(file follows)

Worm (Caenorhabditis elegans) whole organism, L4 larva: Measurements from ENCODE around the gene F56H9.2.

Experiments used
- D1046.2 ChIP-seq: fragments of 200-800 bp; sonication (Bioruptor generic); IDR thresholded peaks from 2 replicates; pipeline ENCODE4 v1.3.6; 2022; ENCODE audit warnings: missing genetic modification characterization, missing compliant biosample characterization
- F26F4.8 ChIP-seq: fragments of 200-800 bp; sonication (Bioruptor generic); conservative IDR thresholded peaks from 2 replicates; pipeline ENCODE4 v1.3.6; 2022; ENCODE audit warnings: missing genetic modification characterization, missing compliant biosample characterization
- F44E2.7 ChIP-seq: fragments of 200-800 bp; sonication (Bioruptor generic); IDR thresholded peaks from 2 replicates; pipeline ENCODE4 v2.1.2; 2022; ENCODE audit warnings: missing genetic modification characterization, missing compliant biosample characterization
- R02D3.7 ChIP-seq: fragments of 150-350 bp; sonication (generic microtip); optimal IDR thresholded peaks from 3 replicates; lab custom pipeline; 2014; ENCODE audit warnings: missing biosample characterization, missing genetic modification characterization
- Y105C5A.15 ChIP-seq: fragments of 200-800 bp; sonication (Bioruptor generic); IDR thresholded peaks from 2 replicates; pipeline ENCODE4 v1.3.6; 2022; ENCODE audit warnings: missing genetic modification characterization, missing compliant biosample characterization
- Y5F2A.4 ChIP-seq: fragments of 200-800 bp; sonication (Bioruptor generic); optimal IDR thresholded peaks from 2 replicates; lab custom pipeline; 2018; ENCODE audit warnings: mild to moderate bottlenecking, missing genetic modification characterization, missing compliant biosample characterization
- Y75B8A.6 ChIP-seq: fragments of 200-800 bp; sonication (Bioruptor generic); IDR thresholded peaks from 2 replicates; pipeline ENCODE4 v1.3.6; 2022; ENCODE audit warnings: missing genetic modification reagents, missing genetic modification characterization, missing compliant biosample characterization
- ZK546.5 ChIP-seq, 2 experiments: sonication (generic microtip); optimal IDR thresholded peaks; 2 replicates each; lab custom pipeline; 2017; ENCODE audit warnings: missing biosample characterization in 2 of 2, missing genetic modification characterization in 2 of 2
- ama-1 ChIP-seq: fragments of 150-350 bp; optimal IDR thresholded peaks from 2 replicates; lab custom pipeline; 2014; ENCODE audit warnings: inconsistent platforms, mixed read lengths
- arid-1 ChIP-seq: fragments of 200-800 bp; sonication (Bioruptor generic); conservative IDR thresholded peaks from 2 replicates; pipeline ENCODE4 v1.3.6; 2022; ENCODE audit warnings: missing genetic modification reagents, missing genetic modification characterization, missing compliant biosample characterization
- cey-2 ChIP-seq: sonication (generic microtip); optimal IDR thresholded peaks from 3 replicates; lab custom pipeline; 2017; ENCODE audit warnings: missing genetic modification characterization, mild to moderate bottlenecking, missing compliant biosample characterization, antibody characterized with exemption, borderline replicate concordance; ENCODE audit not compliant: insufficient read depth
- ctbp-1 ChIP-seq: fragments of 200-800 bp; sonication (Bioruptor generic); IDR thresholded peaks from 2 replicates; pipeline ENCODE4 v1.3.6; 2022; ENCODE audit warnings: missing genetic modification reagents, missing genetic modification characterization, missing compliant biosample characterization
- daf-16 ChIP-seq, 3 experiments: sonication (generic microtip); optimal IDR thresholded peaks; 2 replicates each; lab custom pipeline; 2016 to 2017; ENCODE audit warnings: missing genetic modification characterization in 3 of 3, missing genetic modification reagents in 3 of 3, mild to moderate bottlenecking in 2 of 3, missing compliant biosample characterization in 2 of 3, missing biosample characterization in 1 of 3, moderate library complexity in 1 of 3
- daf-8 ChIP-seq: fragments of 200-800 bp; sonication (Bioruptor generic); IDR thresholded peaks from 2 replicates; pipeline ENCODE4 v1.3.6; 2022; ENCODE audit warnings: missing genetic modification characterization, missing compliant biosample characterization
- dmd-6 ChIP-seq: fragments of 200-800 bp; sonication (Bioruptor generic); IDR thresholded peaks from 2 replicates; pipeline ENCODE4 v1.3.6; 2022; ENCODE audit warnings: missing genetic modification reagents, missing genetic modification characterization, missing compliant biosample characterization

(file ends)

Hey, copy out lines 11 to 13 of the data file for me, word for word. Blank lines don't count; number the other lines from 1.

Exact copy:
- ama-1 ChIP-seq: fragments of 150-350 bp; optimal IDR thresholded peaks from 2 replicates; lab custom pipeline; 2014; ENCODE audit warnings: inconsistent platforms, mixed read lengths
- arid-1 ChIP-seq: fragments of 200-800 bp; sonication (Bioruptor generic); conservative IDR thresholded peaks from 2 replicates; pipeline ENCODE4 v1.3.6; 2022; ENCODE audit warnings: missing genetic modification reagents, missing genetic modification characterization, missing compliant biosample characterization
- cey-2 ChIP-seq: sonication (generic microtip); optimal IDR thresholded peaks from 3 replicates; lab custom pipeline; 2017; ENCODE audit warnings: missing genetic modification characterization, mild to moderate bottlenecking, missing compliant biosample characterization, antibody characterized with exemption, borderline replicate concordance; ENCODE audit not compliant: insufficient read depth